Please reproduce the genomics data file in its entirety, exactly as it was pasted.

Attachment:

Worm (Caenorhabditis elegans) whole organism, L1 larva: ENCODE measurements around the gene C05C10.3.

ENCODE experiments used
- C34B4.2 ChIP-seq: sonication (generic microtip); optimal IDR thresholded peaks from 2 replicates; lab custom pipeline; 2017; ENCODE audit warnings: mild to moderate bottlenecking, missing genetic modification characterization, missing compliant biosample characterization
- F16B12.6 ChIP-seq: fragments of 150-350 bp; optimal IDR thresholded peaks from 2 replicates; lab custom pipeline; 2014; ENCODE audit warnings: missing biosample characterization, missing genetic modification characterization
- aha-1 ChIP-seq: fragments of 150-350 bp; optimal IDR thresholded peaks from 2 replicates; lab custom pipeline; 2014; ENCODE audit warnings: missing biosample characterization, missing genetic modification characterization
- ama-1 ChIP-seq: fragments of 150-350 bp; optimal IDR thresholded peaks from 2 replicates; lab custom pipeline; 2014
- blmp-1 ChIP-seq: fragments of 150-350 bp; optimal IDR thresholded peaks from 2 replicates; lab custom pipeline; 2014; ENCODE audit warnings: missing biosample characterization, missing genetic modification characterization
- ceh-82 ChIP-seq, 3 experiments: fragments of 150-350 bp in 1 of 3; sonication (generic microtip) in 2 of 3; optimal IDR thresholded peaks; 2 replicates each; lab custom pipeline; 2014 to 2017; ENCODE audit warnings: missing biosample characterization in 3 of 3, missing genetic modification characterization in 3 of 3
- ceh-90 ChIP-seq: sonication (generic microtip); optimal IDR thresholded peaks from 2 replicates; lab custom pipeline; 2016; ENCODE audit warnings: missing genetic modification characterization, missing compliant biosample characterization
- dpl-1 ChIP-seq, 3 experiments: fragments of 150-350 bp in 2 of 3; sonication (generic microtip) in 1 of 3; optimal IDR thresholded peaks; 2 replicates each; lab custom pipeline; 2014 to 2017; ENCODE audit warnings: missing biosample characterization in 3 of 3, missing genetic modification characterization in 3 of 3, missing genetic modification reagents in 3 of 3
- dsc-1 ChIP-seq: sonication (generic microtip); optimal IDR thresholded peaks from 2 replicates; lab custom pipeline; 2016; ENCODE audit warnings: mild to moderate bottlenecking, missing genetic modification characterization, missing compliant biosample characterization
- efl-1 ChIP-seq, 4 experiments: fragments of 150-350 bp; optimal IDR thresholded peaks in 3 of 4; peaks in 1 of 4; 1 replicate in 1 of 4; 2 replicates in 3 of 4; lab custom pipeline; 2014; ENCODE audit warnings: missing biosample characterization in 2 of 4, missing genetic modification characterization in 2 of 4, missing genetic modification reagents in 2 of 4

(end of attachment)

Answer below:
Worm (Caenorhabditis elegans) whole organism, L1 larva: ENCODE measurements around the gene C05C10.3.

ENCODE experiments used
- C34B4.2 ChIP-seq: sonication (generic microtip); optimal IDR thresholded peaks from 2 replicates; lab custom pipeline; 2017; ENCODE audit warnings: mild to moderate bottlenecking, missing genetic modification characterization, missing compliant biosample characterization
- F16B12.6 ChIP-seq: fragments of 150-350 bp; optimal IDR thresholded peaks from 2 replicates; lab custom pipeline; 2014; ENCODE audit warnings: missing biosample characterization, missing genetic modification characterization
- aha-1 ChIP-seq: fragments of 150-350 bp; optimal IDR thresholded peaks from 2 replicates; lab custom pipeline; 2014; ENCODE audit warnings: missing biosample characterization, missing genetic modification characterization
- ama-1 ChIP-seq: fragments of 150-350 bp; optimal IDR thresholded peaks from 2 replicates; lab custom pipeline; 2014
- blmp-1 ChIP-seq: fragments of 150-350 bp; optimal IDR thresholded peaks from 2 replicates; lab custom pipeline; 2014; ENCODE audit warnings: missing biosample characterization, missing genetic modification characterization
- ceh-82 ChIP-seq, 3 experiments: fragments of 150-350 bp in 1 of 3; sonication (generic microtip) in 2 of 3; optimal IDR thresholded peaks; 2 replicates each; lab custom pipeline; 2014 to 2017; ENCODE audit warnings: missing biosample characterization in 3 of 3, missing genetic modification characterization in 3 of 3
- ceh-90 ChIP-seq: sonication (generic microtip); optimal IDR thresholded peaks from 2 replicates; lab custom pipeline; 2016; ENCODE audit warnings: missing genetic modification characterization, missing compliant biosample characterization
- dpl-1 ChIP-seq, 3 experiments: fragments of 150-350 bp in 2 of 3; sonication (generic microtip) in 1 of 3; optimal IDR thresholded peaks; 2 replicates each; lab custom pipeline; 2014 to 2017; ENCODE audit warnings: missing biosample characterization in 3 of 3, missing genetic modification characterization in 3 of 3, missing genetic modification reagents in 3 of 3
- dsc-1 ChIP-seq: sonication (generic microtip); optimal IDR thresholded peaks from 2 replicates; lab custom pipeline; 2016; ENCODE audit warnings: mild to moderate bottlenecking, missing genetic modification characterization, missing compliant biosample characterization
- efl-1 ChIP-seq, 4 experiments: fragments of 150-350 bp; optimal IDR thresholded peaks in 3 of 4; peaks in 1 of 4; 1 replicate in 1 of 4; 2 replicates in 3 of 4; lab custom pipeline; 2014; ENCODE audit warnings: missing biosample characterization in 2 of 4, missing genetic modification characterization in 2 of 4, missing genetic modification reagents in 2 of 4